The video/audio playback module 74 consists of two devices, a decompression and playback device 80 that is coupled to a display device 82. The playback device 80 takes in the broadcast stream and subsequently demultiplexes and decompresses the user-selected channel. The decompressed video and audio streams (after being synchronized using the system level information) are then output to the video/audio display device 82. This display device 82 may be a normal television monitor with speakers. It is also possible that the display device is a broadcast signal enabled PC monitor. Note that so far this module has the same functionality set-top receiver in current broadcast systems. In addition to the above functions, the playback device 80 also passes on the markup stream to the interactivity control device that forms part of the interactivity module as will be discussed below. The playback device 80 is also capable of accepting instructions from the interactive module to modify the properties of the audio and video data being output to the display device. For example, the user might want to display extra information about the scene that is contained in the markup stream, superimposed at the top of the current display. This request is communicated by the interactivity module to the playback device along with the relevant information.
The interactivity module 76 consists of two components, the interactivity control device 84 and user control device 86. The user control device 86 is a remote control that provides the user with capabilities such as selection of a video or audio object. A user specified action such as the selection of a media object is first captured by the interactivity control device 84 and the markup stream (input to the interactivity control device by the playback device) and then parsed to locate the corresponding function. If the function involves communication with the outside world, the request is then passed on to the communication module 78. If the action involved additional information on the playback screen, the request is then passed on to the playback device along with the corresponding information. Thus, the interactivity module 76 is responsible for capturing the user actions and sending control commands to either the communication module or the playback module in order to initiate responses for the user specified functions.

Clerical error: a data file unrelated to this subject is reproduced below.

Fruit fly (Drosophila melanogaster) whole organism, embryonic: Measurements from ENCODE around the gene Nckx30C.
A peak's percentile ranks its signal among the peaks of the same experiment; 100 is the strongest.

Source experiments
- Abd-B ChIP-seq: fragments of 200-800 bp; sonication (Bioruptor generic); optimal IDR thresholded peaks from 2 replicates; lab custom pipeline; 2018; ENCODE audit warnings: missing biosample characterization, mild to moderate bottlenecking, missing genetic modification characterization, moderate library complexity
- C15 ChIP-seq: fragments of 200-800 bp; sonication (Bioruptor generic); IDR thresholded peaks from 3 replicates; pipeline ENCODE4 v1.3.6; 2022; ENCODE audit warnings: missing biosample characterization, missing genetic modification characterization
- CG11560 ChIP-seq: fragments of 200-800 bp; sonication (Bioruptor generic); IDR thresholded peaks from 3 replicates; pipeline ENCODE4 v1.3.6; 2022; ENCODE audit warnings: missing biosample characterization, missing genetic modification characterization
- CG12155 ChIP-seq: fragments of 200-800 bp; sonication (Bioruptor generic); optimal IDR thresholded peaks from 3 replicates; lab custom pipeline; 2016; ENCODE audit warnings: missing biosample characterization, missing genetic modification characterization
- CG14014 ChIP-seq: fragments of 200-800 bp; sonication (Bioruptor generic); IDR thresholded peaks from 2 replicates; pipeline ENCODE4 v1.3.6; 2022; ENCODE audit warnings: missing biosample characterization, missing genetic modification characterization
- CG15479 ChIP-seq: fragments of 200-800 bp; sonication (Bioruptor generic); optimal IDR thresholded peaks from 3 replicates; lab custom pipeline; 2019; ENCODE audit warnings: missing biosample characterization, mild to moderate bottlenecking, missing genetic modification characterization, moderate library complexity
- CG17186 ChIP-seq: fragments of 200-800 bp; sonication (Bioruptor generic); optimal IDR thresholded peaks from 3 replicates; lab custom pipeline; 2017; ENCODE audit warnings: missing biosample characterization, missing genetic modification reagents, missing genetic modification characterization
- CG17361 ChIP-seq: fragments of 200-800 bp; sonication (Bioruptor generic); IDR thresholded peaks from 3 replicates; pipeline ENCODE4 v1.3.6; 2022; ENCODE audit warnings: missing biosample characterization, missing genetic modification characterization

The communication module 78 enables remote access to multiple information sources. Thus, this module is mainly responsible for communicating with the outside world and is linked to a communications channel. The network communication device 88 takes in the requests for remote information from the interactivity control device 90 and the request is sent out through the communications channel. This device also manages the data that has been retrieved in response to the request and directs them appropriately to an interactive display device. The interactive display device 90 may be identical with the playback device, as in the case of a broadcast enabled PC. Apart from a monitor for display, this device can also contain associated peripherals, such as keyboard or mouse for greater interactivity.
In hypermedia, information is linked with more information from various different sources. The related information can be of different data types, e.g. video from a video server information from the World Wide Web (WWW), audio from a multimedia repository. For example, a clip from the daily news might have links to previous video broadcast information regarding the same topic. These broadcasts can be compressed and stored in a video server at a particular site. The new broadcast can contain links to the old broadcast information that can be retrieved by the user if desired. Similarly, an advertisement can contain links to the WWW site of the company whereby the user can gather more information regarding the advertised product. In this scheme, broadcast material producer predefined the information links. Sacrificing some flexibility, the scheme offers the user access to related information with very little effort.
Imagemaps are commonly used in hypertext documents today, enabling different URLs to be linked with different parts of an image. In a similar manner, it is possible to map the broadcast video screen such that for a given frame, different part of the screen will have different actions associated with it. Thus, the markup stream should contain methods to specify different portions of the image and a method to annotate an action along with the selection of that object.
Referring now to